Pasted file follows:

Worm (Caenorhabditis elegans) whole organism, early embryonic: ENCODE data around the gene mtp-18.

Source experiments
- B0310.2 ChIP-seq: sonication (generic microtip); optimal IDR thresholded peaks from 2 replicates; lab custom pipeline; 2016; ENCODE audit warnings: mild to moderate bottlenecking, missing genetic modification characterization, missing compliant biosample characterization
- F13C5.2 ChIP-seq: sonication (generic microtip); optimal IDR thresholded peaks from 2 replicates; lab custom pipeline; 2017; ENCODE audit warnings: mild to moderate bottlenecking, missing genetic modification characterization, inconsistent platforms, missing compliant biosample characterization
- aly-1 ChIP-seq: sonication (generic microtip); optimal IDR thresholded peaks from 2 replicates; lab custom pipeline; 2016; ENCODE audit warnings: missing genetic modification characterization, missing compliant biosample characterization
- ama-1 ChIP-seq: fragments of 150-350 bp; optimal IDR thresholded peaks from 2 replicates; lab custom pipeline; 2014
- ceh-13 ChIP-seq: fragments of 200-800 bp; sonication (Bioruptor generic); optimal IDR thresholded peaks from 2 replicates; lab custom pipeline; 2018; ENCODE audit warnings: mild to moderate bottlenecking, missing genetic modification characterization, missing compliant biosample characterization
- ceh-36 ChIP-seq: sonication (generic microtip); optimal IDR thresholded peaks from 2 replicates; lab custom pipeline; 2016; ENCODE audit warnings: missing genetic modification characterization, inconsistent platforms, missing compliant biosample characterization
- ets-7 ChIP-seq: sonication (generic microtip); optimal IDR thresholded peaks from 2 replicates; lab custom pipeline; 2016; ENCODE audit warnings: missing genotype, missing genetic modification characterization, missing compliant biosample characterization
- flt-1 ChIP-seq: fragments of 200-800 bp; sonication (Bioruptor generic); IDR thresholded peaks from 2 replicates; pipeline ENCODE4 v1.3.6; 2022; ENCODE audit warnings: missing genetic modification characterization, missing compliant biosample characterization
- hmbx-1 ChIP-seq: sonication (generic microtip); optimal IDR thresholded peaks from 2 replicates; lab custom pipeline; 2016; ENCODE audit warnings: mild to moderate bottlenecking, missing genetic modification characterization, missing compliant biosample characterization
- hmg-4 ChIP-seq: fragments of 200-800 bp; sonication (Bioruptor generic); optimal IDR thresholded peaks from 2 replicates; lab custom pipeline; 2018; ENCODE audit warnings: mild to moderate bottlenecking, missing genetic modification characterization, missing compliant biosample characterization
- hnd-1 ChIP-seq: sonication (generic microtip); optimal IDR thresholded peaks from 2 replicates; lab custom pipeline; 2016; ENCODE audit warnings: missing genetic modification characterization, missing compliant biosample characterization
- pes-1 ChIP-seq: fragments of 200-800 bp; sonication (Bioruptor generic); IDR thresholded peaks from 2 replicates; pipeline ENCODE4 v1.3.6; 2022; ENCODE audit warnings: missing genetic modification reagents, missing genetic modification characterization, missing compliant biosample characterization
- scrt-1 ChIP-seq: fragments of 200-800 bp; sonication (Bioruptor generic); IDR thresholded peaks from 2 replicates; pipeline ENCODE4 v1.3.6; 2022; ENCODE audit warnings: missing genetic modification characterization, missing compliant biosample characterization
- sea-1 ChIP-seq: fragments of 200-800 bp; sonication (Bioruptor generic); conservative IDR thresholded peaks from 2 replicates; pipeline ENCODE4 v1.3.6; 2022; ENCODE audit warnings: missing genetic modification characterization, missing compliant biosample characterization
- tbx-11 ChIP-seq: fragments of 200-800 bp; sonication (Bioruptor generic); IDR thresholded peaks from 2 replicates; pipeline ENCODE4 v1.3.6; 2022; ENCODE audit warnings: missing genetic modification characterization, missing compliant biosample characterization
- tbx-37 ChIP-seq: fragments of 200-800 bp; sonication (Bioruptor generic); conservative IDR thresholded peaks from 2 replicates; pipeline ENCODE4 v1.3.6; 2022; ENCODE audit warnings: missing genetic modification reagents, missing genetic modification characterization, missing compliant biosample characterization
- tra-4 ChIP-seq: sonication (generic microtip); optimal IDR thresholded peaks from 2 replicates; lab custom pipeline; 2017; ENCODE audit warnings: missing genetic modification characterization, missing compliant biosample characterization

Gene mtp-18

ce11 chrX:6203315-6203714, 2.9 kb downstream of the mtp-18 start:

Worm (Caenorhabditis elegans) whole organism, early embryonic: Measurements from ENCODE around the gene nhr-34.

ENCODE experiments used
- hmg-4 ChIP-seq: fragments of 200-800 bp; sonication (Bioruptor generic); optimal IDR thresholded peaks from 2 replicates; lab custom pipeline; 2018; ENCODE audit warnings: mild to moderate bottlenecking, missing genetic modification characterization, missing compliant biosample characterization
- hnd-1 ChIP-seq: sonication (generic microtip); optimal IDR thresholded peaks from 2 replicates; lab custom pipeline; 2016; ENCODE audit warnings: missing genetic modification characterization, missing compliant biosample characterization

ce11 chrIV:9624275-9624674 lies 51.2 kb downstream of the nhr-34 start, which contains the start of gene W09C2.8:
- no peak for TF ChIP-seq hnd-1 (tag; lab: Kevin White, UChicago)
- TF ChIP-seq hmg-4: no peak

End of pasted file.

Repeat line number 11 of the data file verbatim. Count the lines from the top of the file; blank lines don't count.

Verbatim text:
- hmbx-1 ChIP-seq: sonication (generic microtip); optimal IDR thresholded peaks from 2 replicates; lab custom pipeline; 2016; ENCODE audit warnings: mild to moderate bottlenecking, missing genetic modification characterization, missing compliant biosample characterization